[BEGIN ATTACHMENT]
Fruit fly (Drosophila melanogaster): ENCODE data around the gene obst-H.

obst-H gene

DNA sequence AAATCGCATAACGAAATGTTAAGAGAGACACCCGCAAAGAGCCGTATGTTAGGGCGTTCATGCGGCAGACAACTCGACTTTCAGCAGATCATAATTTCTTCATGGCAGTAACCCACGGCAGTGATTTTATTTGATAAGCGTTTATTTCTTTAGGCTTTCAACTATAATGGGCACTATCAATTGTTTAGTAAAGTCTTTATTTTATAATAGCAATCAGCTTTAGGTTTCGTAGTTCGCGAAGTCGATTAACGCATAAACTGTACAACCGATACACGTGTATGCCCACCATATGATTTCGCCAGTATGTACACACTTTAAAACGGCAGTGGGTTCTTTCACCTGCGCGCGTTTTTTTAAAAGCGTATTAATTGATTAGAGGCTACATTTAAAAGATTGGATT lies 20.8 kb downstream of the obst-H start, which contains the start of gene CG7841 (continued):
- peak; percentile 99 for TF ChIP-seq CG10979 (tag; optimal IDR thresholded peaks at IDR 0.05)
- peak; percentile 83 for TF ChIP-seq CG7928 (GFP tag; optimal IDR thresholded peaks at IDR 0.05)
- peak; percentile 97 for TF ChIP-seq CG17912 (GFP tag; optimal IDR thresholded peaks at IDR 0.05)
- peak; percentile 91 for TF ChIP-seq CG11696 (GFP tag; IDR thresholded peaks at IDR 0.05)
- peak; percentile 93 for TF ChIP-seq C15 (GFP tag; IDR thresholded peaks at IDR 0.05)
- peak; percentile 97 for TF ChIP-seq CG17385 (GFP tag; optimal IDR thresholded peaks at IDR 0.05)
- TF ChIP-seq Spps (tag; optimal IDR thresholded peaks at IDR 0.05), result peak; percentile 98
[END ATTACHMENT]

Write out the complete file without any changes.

Fruit fly (Drosophila melanogaster): ENCODE data around the gene obst-H.

obst-H gene

DNA sequence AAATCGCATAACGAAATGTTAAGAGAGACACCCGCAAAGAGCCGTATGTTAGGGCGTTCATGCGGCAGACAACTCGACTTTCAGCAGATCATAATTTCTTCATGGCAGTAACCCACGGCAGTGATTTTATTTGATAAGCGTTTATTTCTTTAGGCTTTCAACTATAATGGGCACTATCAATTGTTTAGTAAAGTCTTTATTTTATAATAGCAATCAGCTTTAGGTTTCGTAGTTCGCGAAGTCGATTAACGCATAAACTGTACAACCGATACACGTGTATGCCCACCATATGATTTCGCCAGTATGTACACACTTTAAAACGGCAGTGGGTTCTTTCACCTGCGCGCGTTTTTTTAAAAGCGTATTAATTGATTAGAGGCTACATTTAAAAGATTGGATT lies 20.8 kb downstream of the obst-H start, which contains the start of gene CG7841 (continued):
- peak; percentile 99 for TF ChIP-seq CG10979 (tag; optimal IDR thresholded peaks at IDR 0.05)
- peak; percentile 83 for TF ChIP-seq CG7928 (GFP tag; optimal IDR thresholded peaks at IDR 0.05)
- peak; percentile 97 for TF ChIP-seq CG17912 (GFP tag; optimal IDR thresholded peaks at IDR 0.05)
- peak; percentile 91 for TF ChIP-seq CG11696 (GFP tag; IDR thresholded peaks at IDR 0.05)
- peak; percentile 93 for TF ChIP-seq C15 (GFP tag; IDR thresholded peaks at IDR 0.05)
- peak; percentile 97 for TF ChIP-seq CG17385 (GFP tag; optimal IDR thresholded peaks at IDR 0.05)
- TF ChIP-seq Spps (tag; optimal IDR thresholded peaks at IDR 0.05), result peak; percentile 98